The high ‘overturn’ rate was down to the “challenges” banks have experienced in adjusting from a “hard” sales focus before the financial crisis to “moving back to a more sensible place”, according to Russel Griggs, who oversaw the appeals reports The Telegraph.
Banks still need to “retrain” staff on the “changes” that “a more sustainable form of lending brings”, he found.
Prof Griggs, who published a report on the appeals on Thursday, said: “All of the banks are now working on programmes to make sure that those who lend are qualified and trained to do so but there is still more that could and will be done to make the dialogue with customers better.”
The appeals process was established last year as part of the Business Finance Taskforce, an organisation set up in 2010 by the British Bankers’ Association (BBA) to look at ways to help small businesses.
The report into the first year of the appeals scheme, which is available to firms with sales of less than £25m, shows there have been 2,177 appeals and 39.5pc have been overturned.
The Federation of Small Businesses (FSB) said the figures “highlight that the banks are not lending to viable businesses”.
“Only a small percentage [of companies will appeal]. That means huge numbers of viable firms are having their growth plans crushed by the banks.”
Prog Griggs, the former head of the CBI’s small business council, said more small companies need to be aware that they can appeal against a declined application for credit. “Not all do currently and that needs to change.”
He added that lenders’ initial reaction to the financial crisis was “too far to the opposite end of the risk assessment… spectrum”.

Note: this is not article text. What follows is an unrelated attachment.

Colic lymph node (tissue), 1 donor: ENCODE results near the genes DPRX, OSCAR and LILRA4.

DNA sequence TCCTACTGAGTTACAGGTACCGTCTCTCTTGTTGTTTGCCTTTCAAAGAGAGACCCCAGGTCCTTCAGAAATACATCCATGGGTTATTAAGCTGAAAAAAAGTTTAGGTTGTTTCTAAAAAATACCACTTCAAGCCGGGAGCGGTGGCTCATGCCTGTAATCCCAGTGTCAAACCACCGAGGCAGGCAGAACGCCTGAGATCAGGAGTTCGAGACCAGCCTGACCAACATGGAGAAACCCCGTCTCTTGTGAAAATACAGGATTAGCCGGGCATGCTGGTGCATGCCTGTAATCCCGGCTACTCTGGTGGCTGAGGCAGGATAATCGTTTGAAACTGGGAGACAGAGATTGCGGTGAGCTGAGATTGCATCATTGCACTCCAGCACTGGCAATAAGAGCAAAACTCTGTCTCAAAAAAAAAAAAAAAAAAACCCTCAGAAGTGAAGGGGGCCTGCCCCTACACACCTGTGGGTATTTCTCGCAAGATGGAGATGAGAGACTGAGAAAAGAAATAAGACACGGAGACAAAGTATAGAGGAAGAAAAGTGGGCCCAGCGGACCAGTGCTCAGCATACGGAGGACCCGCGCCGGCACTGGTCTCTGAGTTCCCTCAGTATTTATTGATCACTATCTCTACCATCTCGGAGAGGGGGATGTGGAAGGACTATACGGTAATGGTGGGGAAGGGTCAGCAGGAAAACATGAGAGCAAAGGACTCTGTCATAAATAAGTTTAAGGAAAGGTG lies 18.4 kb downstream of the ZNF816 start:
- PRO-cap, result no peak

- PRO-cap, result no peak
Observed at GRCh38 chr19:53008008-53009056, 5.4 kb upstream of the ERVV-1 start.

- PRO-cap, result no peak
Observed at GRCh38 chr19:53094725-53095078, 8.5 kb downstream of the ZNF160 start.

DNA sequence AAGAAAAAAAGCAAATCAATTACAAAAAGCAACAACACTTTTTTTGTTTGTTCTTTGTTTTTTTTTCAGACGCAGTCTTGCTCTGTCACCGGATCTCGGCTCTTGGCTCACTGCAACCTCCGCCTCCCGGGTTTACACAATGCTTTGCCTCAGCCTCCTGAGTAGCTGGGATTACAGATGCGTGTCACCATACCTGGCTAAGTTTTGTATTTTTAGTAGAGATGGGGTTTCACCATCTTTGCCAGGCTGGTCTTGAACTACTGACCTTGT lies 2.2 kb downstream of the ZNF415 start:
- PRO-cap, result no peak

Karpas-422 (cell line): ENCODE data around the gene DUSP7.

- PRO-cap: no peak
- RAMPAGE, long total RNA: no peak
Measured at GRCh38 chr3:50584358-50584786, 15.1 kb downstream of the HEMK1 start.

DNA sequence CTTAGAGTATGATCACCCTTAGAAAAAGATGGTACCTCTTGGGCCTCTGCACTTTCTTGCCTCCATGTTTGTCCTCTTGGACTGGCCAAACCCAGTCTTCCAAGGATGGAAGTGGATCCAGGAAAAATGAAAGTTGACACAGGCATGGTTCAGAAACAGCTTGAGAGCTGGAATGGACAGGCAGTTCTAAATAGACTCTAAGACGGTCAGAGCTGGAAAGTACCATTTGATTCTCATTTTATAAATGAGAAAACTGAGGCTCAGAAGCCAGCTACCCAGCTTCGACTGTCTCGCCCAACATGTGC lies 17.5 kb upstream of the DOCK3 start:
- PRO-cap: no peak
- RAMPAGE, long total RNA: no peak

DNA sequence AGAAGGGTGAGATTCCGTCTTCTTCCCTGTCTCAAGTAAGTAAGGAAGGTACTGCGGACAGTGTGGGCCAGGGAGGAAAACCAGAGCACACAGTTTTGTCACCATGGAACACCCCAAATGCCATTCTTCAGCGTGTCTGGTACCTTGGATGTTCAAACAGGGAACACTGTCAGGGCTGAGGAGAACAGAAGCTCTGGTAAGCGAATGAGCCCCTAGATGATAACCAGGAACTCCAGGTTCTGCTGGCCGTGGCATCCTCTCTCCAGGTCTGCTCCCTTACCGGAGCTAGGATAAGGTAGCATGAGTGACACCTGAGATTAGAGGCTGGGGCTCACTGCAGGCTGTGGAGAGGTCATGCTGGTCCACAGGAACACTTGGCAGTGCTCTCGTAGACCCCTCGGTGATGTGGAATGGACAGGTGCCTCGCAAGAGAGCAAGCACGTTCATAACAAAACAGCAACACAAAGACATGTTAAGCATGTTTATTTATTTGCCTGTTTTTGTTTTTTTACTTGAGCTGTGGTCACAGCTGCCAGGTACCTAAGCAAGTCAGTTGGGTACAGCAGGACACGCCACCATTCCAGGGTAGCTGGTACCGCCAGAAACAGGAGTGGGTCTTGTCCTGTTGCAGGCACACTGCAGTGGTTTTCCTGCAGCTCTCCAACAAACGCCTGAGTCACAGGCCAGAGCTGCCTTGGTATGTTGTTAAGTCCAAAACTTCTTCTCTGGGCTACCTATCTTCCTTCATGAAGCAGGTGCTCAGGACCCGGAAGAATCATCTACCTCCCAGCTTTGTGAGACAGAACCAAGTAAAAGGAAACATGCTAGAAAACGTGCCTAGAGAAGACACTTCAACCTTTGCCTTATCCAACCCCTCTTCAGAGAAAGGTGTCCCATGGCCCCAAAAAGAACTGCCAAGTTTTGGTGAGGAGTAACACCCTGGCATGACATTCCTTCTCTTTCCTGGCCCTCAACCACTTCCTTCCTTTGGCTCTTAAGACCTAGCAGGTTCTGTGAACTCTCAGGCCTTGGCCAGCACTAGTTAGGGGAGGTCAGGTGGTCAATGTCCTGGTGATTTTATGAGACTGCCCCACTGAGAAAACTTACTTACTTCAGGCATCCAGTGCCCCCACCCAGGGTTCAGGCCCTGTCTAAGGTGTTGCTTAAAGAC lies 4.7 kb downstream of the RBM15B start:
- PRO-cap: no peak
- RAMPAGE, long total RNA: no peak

“They are moving back now to a more sensible place but this will take time and sentiment will play an important part in that movement,” he said. “Adapting to that change has been – and may continue to be – challenging for a while yet”.
The report also said that “credit…was being ‘sold’ hard by almost all financial institutions” before the financial crisis and “selling individual products was at times more important than looking at a business’s overall lending needs and ability to service or repay them”.
While Prof Griggs said “banks are open for business – but in a different way” to pre-2008, he identified issues with small firms’ ability to switch banks and on the role of credit scoring in lending decisions.
“I am not convinced that any of us understand how these scores work and how we are judged on them so I am facilitating a process between the credit rating agencies and the banks to see what can be done to make the understanding and use of personal credit scoring more applicable to the new environment we find ourselves in.”